On red alert

Contributed by TAL Global 

TAL Global a leading security consulting and risk assessment firm based in Silicon Valley, CA, recently conducted a LinkedIn Poll, the results of which they would like to share with facility managers and professionals in many industries including healthcare, education, industrial, and hospitality.

TAL Global asked LinkedIn members the following: “If an assailant entered your building or office, which of the following do you believe you would do first." 

Here are the responses:

• 19 percent said they would run.

• 17 percent would hide. 

• 13 percent would freeze.

• 52 percent would fight.  

“In a real-life scenario, this is typically not what happens,” says Oscar Villanueva, a professional certified investigator, private investigator, and the chief operating officer for TAL Global.

“Studies find that most of us freeze first in very threatening situations such as an active shooter in a building.

Villanueva points to a December 2018 study published in The New York Times that found when facing a serious threat of any kind, “we find ourselves frozen, unable to act and think clearly.” 

The Times article adds that freezing is not a choice. Instead, “it is a built-in impulse controlled by ancient circuits in the brain…and is automatically set into motion by external threats.”

Run, Hide, Fight is a methodology adopted by many police authorities, the FBI, and taught to building tenants, in work settings, and to school children. The essence of it says in an emergency, we should:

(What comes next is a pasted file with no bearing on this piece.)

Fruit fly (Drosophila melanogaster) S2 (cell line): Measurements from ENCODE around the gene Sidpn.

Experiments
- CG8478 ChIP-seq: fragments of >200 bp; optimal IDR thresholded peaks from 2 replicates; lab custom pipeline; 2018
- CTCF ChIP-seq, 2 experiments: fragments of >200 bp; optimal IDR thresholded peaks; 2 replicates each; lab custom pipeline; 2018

·      Run from the area.

·      Hide, if running is not an option.

·      Fight, the last resort.

“While the Run, Hide, Fight method of dealing violence or an assailant situation has served us well,” adds Villanueva, “it does not consider this freezing component, which can result in people getting killed or injured.”

Further, he says that the Run, Hide, Fight approach is reactive. “In today’s violent world, we need a proactive approach to protect individuals and organizations in emergency situations.”

This is why TAL Global has created a new methodology. Called Prepare-React-Recover (PRR), this method focuses on the following:

Prepare: Assessing the preparedness of an organization and identifying where there are security gaps. This is the proactive component.

React: Implement evacuation and lockdown procedures, notify all employees promptly, and monitor the situation until conditions are safe.

Recover: After a violent incident, the goal is to help people and the organization recover from the incident as quickly as possible.

According to Villanueva, PRR includes the best of Run, Hide, Fight, but puts much more focus on preventing – because prevention “is all-important today.”

Read more about what facility managers can do to prevent workplace violence here